Figuring (it is on the list of required texts for purchase/rent for this course).

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General Project Description:
In this 2-page Mini-Essay and Books/Resources Review (also known as an Annotated
Bibliography), you will summarize, evaluate and describe what you learned from 3 traditional
print books and 3 online resources that “unhide a hidden figure.” Your description will also
connect some aspect(s) of your figure’s life in science or math to the unique, but related
differences of 2 other “figures” that you learned about in the historical narrative of Maria
Popova’s Figuring.
Recommended steps:
1. Getting Started.
To begin this project, first read Chapter ONE plus 1 other chapter (or substantial section) of
Figuring (it is on the list of required texts for purchase/rent for this course). As you will see,
“non-traditional” texts have some challenges – Popova is not a “linear” historian! You may find
that the Index is more helpful than the “Table of Contents as you try to select your 2 nd chapter.
Read around in this text until you find something that you are curious about. What types of
“figures” or areas of nature studies mentioned in this book especially interest you? Choose a
chapter that fits your personal interests!
2. Deeper Dive.
As you read these chapters, imagine the deep history of the “figure” or type of nature studies
the chapters describe. Who were some of the intellectual “ancestors” who were earlier
“studiers” of similar fields? Google around! Find some likely candidates from the deep past
(before 1850). Whose name and contributions are completely “new” to you? Choose one of
these that seems to be a good “fit” for this project.
3. Create your Annotated Bibliography.
a. Using any reliable method, find and evaluate at least 5 traditional print books and 5 online
resources about your “hidden figure.” Make a list of these resources and begin your
Annotated Bibliography with them. If your figure is deeply “hidden” from history, you may need
to substitute texts about their area of nature study (science) instead of texts that mention them
by name.
b. Make an alphabetical list of all 10 sources. Then, select the 3 best of each type (the
resources that seem to be the most informative, most interesting and most reliable).
c. For each of these “top 3” examples of both types, write a formal “annotation” (this means a
full bibliographic “citation” with author, title, publisher, date, location found etc) along with a 5-7
sentence summary for each that includes this info:
– Who is the “author” or responsible compiler? When was the source published/produced?
By what publisher or on what platform / blog / website etc?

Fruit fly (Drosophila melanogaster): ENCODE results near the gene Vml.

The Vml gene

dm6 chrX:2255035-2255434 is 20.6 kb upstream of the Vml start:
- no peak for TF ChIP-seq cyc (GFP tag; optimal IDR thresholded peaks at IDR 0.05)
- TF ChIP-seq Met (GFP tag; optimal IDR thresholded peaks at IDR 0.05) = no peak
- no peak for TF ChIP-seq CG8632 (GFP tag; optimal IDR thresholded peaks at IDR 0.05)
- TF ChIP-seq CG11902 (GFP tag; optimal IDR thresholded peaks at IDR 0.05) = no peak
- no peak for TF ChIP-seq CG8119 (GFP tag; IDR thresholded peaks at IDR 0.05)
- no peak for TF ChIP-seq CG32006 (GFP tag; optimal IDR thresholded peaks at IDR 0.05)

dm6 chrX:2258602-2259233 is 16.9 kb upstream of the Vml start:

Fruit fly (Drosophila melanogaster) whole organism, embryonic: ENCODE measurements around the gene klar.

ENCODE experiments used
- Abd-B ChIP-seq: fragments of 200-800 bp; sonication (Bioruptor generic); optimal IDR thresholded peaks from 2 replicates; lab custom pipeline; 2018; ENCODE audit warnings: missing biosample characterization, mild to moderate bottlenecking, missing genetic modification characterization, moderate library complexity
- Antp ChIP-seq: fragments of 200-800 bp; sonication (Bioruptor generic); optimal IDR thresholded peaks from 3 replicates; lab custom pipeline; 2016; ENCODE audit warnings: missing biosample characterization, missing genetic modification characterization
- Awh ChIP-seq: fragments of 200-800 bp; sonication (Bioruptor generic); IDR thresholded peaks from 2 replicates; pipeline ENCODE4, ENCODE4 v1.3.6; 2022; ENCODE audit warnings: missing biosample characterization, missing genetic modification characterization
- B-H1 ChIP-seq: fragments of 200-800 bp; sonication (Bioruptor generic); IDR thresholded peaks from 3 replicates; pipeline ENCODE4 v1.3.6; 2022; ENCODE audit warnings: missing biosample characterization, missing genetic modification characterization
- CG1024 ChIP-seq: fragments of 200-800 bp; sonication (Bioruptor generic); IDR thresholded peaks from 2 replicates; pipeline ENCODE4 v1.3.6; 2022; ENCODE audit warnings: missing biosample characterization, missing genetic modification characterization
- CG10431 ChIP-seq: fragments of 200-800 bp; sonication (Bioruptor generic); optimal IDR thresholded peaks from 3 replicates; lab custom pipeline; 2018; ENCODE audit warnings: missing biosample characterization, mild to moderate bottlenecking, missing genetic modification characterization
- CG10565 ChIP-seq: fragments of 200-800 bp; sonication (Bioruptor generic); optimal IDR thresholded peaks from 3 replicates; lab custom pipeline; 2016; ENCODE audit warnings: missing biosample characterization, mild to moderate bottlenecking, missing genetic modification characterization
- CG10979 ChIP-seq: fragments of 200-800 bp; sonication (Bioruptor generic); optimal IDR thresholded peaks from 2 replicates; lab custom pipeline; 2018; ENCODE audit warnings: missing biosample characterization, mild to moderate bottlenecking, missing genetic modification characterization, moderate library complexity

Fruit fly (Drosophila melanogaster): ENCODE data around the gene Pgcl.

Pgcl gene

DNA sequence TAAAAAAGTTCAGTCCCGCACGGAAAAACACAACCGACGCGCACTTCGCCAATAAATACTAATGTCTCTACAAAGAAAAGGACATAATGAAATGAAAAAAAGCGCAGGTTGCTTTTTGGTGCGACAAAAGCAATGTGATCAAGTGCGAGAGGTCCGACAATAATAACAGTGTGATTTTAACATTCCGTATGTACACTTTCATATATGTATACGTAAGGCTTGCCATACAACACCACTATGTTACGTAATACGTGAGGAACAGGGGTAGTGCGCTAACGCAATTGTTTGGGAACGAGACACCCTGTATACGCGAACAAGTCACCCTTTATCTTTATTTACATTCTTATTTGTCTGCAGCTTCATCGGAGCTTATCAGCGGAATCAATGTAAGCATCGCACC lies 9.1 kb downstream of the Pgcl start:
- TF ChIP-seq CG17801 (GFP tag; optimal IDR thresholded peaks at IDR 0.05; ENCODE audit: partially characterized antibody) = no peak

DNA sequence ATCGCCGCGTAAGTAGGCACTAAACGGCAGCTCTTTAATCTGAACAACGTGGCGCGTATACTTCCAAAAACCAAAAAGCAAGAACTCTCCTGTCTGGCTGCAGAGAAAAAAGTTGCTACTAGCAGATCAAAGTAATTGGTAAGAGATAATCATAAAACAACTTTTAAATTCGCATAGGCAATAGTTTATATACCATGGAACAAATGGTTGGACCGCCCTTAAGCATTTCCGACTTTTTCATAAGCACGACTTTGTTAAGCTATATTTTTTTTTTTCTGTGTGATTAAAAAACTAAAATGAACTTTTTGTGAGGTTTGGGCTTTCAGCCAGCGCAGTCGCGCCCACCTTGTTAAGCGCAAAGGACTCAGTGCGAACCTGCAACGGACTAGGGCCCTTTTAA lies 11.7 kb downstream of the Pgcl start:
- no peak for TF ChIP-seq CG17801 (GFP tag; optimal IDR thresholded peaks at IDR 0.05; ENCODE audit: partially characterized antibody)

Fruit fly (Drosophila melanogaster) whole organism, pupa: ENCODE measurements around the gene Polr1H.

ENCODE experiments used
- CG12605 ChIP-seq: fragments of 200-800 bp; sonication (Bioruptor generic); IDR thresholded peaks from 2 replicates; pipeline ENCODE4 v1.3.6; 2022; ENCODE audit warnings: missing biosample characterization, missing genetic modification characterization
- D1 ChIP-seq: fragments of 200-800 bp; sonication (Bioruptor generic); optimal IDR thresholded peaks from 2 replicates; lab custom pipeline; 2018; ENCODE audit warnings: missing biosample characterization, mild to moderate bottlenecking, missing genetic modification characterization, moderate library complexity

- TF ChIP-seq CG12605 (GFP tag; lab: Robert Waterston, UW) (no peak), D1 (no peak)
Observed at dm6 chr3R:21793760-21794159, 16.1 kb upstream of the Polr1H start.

– What valuable info does the source provide about its main subject?
– What age groups or interest groups is the material primarily intended for (these may be
from Grade 4 up to College / Graduate students)
– What approach does the author / writer take toward the subject / topic? (Biographical, social
interest, educational, casual “fun facts” or political, etc?)
– What interesting/unexpected features or controversies does the source discuss/present?
– Do the sources give any clues as to why their subjects became “hidden” from history?
– How do your “best” sources together contribute to efforts to “unhide” hidden figures and bring
them into the main story of the History of Science? Is there additional “unhiding” that still
needs to be done for your figure’s story? Explain.
4. Organize and Write your Mini-Essay
a. Once you have completed your bibliography, write a summary of your version of the “life
story” of your “hidden figure’s” basic biography and experiences in science or math. Be sure to
include a clear explanation of what kind of science or math they worked in and what their main
contributions were. This will form the introductory paragraph of your essay. You may want to
include images to visually represent and un-hide your “hidden figure.”
b. Then, think about your “hidden figure” in relation to the person featured in Chapter 1 of
Maria Popova’s nontraditional “history of science” book, Figuring. In what ways was this “well-known” life of science also “hidden” in plain sight? What aspects of this life have not been
included in how the story of his contribution to science and math is typically told? How many
kinds of “differences” did this figure represent in his intellectual life and personally, culturally, and socially? How did he experience hardships and discrimination because of them? What
similarities can you see between aspects of his story (as told by Popova) and the life story of
your “hidden figure”? Include your thoughts about these questions in the next few paragraphs.
c. Then: think about your “hidden figure” in relation to the content of your additional selected
chapter of Figuring. How does your selected chapter include a story that offers “hidden”
perspectives on the ways that “life stories of science and math” can / should be told and the
kinds of important aspects of the actual, fully realized lived experience of “nature studies” that
could be included, but typically are not? Devote several paragraphs to these issues.
In the final paragraphs of your essay, summarize your overall findings and conclusions,
offering a comparison and contrast between your “hidden figure” and the 2 chapters from
Popova’s book. Be sure to consider and evaluate the pros and cons of including or excluding
“hidden” perspectives in our History of Science stories.

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